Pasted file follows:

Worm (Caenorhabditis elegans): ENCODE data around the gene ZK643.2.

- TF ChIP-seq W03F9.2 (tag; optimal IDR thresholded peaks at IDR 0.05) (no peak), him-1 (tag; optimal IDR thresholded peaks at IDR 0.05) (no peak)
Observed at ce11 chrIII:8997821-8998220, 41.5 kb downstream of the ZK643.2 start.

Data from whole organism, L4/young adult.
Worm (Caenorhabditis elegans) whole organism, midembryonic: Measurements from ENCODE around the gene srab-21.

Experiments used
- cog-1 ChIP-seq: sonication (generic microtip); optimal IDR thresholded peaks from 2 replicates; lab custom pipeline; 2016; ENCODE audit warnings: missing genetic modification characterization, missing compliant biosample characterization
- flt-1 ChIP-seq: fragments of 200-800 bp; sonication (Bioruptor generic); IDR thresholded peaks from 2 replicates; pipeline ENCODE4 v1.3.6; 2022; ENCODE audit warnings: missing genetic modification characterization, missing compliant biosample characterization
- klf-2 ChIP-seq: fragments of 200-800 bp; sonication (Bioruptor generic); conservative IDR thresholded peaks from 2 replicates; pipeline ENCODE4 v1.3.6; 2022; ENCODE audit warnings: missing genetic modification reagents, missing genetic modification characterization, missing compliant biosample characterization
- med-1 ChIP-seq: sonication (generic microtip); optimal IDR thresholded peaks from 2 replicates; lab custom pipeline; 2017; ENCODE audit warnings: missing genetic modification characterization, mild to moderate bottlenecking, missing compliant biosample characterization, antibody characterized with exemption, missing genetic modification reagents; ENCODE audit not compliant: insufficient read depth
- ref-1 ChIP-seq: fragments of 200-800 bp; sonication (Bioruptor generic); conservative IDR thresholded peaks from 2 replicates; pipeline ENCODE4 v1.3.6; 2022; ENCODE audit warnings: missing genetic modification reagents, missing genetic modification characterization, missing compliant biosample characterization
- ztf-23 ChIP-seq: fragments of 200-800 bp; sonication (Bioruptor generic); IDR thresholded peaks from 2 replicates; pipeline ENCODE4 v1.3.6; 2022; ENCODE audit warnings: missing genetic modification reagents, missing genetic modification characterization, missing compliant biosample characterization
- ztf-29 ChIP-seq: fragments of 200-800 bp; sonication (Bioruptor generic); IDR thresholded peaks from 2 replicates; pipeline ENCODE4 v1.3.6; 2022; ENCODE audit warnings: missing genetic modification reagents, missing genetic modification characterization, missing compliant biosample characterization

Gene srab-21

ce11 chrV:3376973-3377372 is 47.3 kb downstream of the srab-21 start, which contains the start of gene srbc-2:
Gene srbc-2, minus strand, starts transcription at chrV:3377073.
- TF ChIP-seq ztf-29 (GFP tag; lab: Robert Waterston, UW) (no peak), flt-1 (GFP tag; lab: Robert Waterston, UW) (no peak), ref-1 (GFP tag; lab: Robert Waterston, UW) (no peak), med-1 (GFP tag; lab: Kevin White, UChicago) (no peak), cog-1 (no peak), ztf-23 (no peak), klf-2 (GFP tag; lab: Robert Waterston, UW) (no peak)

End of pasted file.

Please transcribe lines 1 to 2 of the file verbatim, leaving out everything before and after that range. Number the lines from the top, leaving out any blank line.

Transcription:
Worm (Caenorhabditis elegans): ENCODE data around the gene ZK643.2.

- TF ChIP-seq W03F9.2 (tag; optimal IDR thresholded peaks at IDR 0.05) (no peak), him-1 (tag; optimal IDR thresholded peaks at IDR 0.05) (no peak)